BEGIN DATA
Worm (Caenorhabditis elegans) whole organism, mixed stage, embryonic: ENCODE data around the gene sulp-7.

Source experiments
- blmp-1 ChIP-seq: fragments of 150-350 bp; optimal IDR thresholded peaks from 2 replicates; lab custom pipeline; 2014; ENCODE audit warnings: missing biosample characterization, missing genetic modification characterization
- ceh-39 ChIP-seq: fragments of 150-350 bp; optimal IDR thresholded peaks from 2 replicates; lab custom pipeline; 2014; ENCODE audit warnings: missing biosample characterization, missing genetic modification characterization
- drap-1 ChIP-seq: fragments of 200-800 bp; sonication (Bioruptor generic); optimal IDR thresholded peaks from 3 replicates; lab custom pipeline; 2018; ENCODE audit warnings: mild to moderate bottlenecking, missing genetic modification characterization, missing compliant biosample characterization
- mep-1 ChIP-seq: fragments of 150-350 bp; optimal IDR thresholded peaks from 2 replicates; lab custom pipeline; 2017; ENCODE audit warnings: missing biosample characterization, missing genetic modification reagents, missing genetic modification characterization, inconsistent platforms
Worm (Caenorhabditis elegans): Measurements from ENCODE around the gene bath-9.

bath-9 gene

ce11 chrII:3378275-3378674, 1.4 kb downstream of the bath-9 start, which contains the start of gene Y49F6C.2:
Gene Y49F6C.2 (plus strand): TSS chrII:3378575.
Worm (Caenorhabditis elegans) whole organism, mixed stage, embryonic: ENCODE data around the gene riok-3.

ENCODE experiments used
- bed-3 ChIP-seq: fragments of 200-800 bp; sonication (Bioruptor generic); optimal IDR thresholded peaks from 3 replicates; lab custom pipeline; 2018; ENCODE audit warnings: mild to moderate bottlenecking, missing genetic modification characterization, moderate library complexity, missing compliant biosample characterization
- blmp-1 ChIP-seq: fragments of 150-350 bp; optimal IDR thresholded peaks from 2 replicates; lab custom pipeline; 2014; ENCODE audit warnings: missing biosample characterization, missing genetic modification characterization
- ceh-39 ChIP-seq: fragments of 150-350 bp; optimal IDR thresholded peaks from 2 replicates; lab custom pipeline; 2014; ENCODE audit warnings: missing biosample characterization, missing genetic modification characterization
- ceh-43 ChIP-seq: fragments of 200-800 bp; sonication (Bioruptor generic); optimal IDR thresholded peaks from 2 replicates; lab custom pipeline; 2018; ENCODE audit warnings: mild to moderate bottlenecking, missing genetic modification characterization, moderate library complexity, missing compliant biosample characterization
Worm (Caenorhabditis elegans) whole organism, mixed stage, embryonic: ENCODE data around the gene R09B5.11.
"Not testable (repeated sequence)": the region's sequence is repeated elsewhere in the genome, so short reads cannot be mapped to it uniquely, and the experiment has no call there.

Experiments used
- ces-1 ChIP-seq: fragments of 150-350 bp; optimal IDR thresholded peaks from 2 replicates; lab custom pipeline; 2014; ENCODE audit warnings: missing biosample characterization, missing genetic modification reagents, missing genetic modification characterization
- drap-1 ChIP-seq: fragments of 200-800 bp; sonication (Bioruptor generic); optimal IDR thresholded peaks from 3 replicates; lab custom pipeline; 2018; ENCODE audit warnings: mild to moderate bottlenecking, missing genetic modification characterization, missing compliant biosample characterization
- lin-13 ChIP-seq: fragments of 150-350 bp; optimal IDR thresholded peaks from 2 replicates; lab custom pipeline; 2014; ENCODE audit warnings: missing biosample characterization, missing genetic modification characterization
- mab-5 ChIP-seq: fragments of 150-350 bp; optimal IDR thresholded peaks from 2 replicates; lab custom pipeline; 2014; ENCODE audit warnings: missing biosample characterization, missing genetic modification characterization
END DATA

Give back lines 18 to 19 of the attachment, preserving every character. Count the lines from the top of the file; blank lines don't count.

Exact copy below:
"Not testable (repeated sequence)": the region's sequence is repeated elsewhere in the genome, so short reads cannot be mapped to it uniquely, and the experiment has no call there.

Experiments used